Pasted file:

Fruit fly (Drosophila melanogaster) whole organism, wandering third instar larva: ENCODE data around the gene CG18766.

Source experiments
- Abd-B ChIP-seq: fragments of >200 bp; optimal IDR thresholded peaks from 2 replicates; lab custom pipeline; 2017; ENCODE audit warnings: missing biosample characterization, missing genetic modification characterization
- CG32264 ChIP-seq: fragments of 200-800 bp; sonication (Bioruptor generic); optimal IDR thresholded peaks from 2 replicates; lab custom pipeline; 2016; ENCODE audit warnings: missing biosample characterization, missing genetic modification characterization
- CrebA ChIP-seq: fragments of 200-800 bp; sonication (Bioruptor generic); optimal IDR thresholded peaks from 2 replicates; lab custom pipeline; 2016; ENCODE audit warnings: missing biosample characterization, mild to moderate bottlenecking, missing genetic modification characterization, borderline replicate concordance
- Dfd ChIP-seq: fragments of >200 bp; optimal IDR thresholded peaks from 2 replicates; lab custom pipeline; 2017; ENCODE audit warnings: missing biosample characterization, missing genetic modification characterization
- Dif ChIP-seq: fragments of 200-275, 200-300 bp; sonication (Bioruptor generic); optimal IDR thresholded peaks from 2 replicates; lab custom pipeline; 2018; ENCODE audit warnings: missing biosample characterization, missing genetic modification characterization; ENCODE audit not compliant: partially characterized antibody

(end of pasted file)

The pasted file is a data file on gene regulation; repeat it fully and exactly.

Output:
Fruit fly (Drosophila melanogaster) whole organism, wandering third instar larva: ENCODE data around the gene CG18766.

Source experiments
- Abd-B ChIP-seq: fragments of >200 bp; optimal IDR thresholded peaks from 2 replicates; lab custom pipeline; 2017; ENCODE audit warnings: missing biosample characterization, missing genetic modification characterization
- CG32264 ChIP-seq: fragments of 200-800 bp; sonication (Bioruptor generic); optimal IDR thresholded peaks from 2 replicates; lab custom pipeline; 2016; ENCODE audit warnings: missing biosample characterization, missing genetic modification characterization
- CrebA ChIP-seq: fragments of 200-800 bp; sonication (Bioruptor generic); optimal IDR thresholded peaks from 2 replicates; lab custom pipeline; 2016; ENCODE audit warnings: missing biosample characterization, mild to moderate bottlenecking, missing genetic modification characterization, borderline replicate concordance
- Dfd ChIP-seq: fragments of >200 bp; optimal IDR thresholded peaks from 2 replicates; lab custom pipeline; 2017; ENCODE audit warnings: missing biosample characterization, missing genetic modification characterization
- Dif ChIP-seq: fragments of 200-275, 200-300 bp; sonication (Bioruptor generic); optimal IDR thresholded peaks from 2 replicates; lab custom pipeline; 2018; ENCODE audit warnings: missing biosample characterization, missing genetic modification characterization; ENCODE audit not compliant: partially characterized antibody